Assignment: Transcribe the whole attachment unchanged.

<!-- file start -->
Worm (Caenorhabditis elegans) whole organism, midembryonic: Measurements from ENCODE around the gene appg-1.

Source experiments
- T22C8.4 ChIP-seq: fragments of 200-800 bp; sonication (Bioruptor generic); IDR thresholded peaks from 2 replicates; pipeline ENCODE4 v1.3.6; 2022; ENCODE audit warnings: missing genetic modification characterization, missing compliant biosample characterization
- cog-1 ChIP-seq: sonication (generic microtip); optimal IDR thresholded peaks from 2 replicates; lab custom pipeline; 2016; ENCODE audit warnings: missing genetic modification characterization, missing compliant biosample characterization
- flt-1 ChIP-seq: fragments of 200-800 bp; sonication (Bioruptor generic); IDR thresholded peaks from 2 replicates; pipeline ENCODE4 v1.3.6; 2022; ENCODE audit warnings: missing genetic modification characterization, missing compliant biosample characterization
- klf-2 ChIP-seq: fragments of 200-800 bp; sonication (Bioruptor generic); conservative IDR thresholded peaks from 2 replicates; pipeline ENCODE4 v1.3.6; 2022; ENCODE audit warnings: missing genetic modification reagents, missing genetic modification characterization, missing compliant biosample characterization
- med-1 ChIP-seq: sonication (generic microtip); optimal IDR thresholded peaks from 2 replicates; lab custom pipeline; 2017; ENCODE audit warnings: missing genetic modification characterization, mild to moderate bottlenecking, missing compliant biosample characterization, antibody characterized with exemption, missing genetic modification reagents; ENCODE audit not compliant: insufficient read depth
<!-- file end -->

Worm (Caenorhabditis elegans) whole organism, midembryonic: Measurements from ENCODE around the gene appg-1.

Source experiments
- T22C8.4 ChIP-seq: fragments of 200-800 bp; sonication (Bioruptor generic); IDR thresholded peaks from 2 replicates; pipeline ENCODE4 v1.3.6; 2022; ENCODE audit warnings: missing genetic modification characterization, missing compliant biosample characterization
- cog-1 ChIP-seq: sonication (generic microtip); optimal IDR thresholded peaks from 2 replicates; lab custom pipeline; 2016; ENCODE audit warnings: missing genetic modification characterization, missing compliant biosample characterization
- flt-1 ChIP-seq: fragments of 200-800 bp; sonication (Bioruptor generic); IDR thresholded peaks from 2 replicates; pipeline ENCODE4 v1.3.6; 2022; ENCODE audit warnings: missing genetic modification characterization, missing compliant biosample characterization
- klf-2 ChIP-seq: fragments of 200-800 bp; sonication (Bioruptor generic); conservative IDR thresholded peaks from 2 replicates; pipeline ENCODE4 v1.3.6; 2022; ENCODE audit warnings: missing genetic modification reagents, missing genetic modification characterization, missing compliant biosample characterization
- med-1 ChIP-seq: sonication (generic microtip); optimal IDR thresholded peaks from 2 replicates; lab custom pipeline; 2017; ENCODE audit warnings: missing genetic modification characterization, mild to moderate bottlenecking, missing compliant biosample characterization, antibody characterized with exemption, missing genetic modification reagents; ENCODE audit not compliant: insufficient read depth